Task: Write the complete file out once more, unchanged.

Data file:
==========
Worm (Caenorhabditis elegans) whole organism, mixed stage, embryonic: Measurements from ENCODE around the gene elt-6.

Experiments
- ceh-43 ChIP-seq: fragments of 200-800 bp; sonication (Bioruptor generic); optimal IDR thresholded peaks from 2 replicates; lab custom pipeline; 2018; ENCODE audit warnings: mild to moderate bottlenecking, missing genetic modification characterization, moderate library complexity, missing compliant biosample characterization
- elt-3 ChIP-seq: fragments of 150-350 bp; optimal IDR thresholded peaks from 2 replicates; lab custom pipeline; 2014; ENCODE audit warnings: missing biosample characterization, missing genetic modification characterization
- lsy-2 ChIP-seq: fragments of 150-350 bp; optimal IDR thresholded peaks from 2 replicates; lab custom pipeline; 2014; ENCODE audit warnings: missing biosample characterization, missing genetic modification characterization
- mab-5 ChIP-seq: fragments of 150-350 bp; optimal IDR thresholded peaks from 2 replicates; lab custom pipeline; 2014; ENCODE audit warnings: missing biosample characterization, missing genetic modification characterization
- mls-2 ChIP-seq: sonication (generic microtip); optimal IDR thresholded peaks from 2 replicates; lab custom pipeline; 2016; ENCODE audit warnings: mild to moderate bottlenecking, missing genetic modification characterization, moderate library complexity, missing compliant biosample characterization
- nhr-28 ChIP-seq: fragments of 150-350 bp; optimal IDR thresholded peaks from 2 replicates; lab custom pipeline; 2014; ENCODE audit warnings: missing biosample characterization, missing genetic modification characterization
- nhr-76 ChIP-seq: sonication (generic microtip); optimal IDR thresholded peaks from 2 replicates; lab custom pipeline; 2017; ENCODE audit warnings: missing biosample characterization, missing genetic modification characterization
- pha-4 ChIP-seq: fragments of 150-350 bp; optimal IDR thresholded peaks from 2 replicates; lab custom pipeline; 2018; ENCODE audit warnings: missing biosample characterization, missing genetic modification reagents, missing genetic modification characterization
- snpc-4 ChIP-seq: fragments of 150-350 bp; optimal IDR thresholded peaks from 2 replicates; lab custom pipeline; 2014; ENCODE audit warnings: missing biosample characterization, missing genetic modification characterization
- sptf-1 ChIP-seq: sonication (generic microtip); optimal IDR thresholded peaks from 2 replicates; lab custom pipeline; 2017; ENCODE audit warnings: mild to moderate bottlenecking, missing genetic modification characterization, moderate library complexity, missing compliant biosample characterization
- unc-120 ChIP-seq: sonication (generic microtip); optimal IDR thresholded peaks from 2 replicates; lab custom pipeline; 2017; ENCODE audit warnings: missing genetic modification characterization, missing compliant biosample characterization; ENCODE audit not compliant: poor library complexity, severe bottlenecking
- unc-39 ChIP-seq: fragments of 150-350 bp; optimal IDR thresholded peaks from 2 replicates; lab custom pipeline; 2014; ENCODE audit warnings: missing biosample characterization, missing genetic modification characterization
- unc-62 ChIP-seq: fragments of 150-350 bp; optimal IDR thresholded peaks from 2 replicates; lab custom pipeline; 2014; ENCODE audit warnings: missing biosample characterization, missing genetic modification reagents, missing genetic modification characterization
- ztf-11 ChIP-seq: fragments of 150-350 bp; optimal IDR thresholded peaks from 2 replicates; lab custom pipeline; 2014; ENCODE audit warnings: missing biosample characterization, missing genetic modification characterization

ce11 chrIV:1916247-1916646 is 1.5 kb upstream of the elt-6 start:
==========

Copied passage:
Worm (Caenorhabditis elegans) whole organism, mixed stage, embryonic: Measurements from ENCODE around the gene elt-6.

Experiments
- ceh-43 ChIP-seq: fragments of 200-800 bp; sonication (Bioruptor generic); optimal IDR thresholded peaks from 2 replicates; lab custom pipeline; 2018; ENCODE audit warnings: mild to moderate bottlenecking, missing genetic modification characterization, moderate library complexity, missing compliant biosample characterization
- elt-3 ChIP-seq: fragments of 150-350 bp; optimal IDR thresholded peaks from 2 replicates; lab custom pipeline; 2014; ENCODE audit warnings: missing biosample characterization, missing genetic modification characterization
- lsy-2 ChIP-seq: fragments of 150-350 bp; optimal IDR thresholded peaks from 2 replicates; lab custom pipeline; 2014; ENCODE audit warnings: missing biosample characterization, missing genetic modification characterization
- mab-5 ChIP-seq: fragments of 150-350 bp; optimal IDR thresholded peaks from 2 replicates; lab custom pipeline; 2014; ENCODE audit warnings: missing biosample characterization, missing genetic modification characterization
- mls-2 ChIP-seq: sonication (generic microtip); optimal IDR thresholded peaks from 2 replicates; lab custom pipeline; 2016; ENCODE audit warnings: mild to moderate bottlenecking, missing genetic modification characterization, moderate library complexity, missing compliant biosample characterization
- nhr-28 ChIP-seq: fragments of 150-350 bp; optimal IDR thresholded peaks from 2 replicates; lab custom pipeline; 2014; ENCODE audit warnings: missing biosample characterization, missing genetic modification characterization
- nhr-76 ChIP-seq: sonication (generic microtip); optimal IDR thresholded peaks from 2 replicates; lab custom pipeline; 2017; ENCODE audit warnings: missing biosample characterization, missing genetic modification characterization
- pha-4 ChIP-seq: fragments of 150-350 bp; optimal IDR thresholded peaks from 2 replicates; lab custom pipeline; 2018; ENCODE audit warnings: missing biosample characterization, missing genetic modification reagents, missing genetic modification characterization
- snpc-4 ChIP-seq: fragments of 150-350 bp; optimal IDR thresholded peaks from 2 replicates; lab custom pipeline; 2014; ENCODE audit warnings: missing biosample characterization, missing genetic modification characterization
- sptf-1 ChIP-seq: sonication (generic microtip); optimal IDR thresholded peaks from 2 replicates; lab custom pipeline; 2017; ENCODE audit warnings: mild to moderate bottlenecking, missing genetic modification characterization, moderate library complexity, missing compliant biosample characterization
- unc-120 ChIP-seq: sonication (generic microtip); optimal IDR thresholded peaks from 2 replicates; lab custom pipeline; 2017; ENCODE audit warnings: missing genetic modification characterization, missing compliant biosample characterization; ENCODE audit not compliant: poor library complexity, severe bottlenecking
- unc-39 ChIP-seq: fragments of 150-350 bp; optimal IDR thresholded peaks from 2 replicates; lab custom pipeline; 2014; ENCODE audit warnings: missing biosample characterization, missing genetic modification characterization
- unc-62 ChIP-seq: fragments of 150-350 bp; optimal IDR thresholded peaks from 2 replicates; lab custom pipeline; 2014; ENCODE audit warnings: missing biosample characterization, missing genetic modification reagents, missing genetic modification characterization
- ztf-11 ChIP-seq: fragments of 150-350 bp; optimal IDR thresholded peaks from 2 replicates; lab custom pipeline; 2014; ENCODE audit warnings: missing biosample characterization, missing genetic modification characterization

ce11 chrIV:1916247-1916646 is 1.5 kb upstream of the elt-6 start: